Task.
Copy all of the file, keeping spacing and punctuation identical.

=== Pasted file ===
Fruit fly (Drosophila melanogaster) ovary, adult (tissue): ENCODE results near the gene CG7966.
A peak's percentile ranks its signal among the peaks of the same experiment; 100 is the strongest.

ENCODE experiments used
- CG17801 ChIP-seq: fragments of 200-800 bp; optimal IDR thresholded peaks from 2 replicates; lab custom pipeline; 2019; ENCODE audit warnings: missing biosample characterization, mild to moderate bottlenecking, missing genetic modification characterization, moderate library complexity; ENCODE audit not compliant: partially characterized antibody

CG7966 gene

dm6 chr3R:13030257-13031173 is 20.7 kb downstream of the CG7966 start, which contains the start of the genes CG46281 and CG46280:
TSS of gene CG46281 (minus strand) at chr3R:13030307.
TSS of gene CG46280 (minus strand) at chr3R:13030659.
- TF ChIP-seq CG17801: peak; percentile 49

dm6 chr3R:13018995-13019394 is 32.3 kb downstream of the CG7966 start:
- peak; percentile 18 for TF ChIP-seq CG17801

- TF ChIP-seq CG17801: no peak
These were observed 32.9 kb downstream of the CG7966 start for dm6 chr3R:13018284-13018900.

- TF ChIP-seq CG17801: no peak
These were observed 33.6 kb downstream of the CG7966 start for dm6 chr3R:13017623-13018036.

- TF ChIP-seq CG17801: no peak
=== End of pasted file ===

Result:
Fruit fly (Drosophila melanogaster) ovary, adult (tissue): ENCODE results near the gene CG7966.
A peak's percentile ranks its signal among the peaks of the same experiment; 100 is the strongest.

ENCODE experiments used
- CG17801 ChIP-seq: fragments of 200-800 bp; optimal IDR thresholded peaks from 2 replicates; lab custom pipeline; 2019; ENCODE audit warnings: missing biosample characterization, mild to moderate bottlenecking, missing genetic modification characterization, moderate library complexity; ENCODE audit not compliant: partially characterized antibody

CG7966 gene

dm6 chr3R:13030257-13031173 is 20.7 kb downstream of the CG7966 start, which contains the start of the genes CG46281 and CG46280:
TSS of gene CG46281 (minus strand) at chr3R:13030307.
TSS of gene CG46280 (minus strand) at chr3R:13030659.
- TF ChIP-seq CG17801: peak; percentile 49

dm6 chr3R:13018995-13019394 is 32.3 kb downstream of the CG7966 start:
- peak; percentile 18 for TF ChIP-seq CG17801

- TF ChIP-seq CG17801: no peak
These were observed 32.9 kb downstream of the CG7966 start for dm6 chr3R:13018284-13018900.

- TF ChIP-seq CG17801: no peak
These were observed 33.6 kb downstream of the CG7966 start for dm6 chr3R:13017623-13018036.

- TF ChIP-seq CG17801: no peak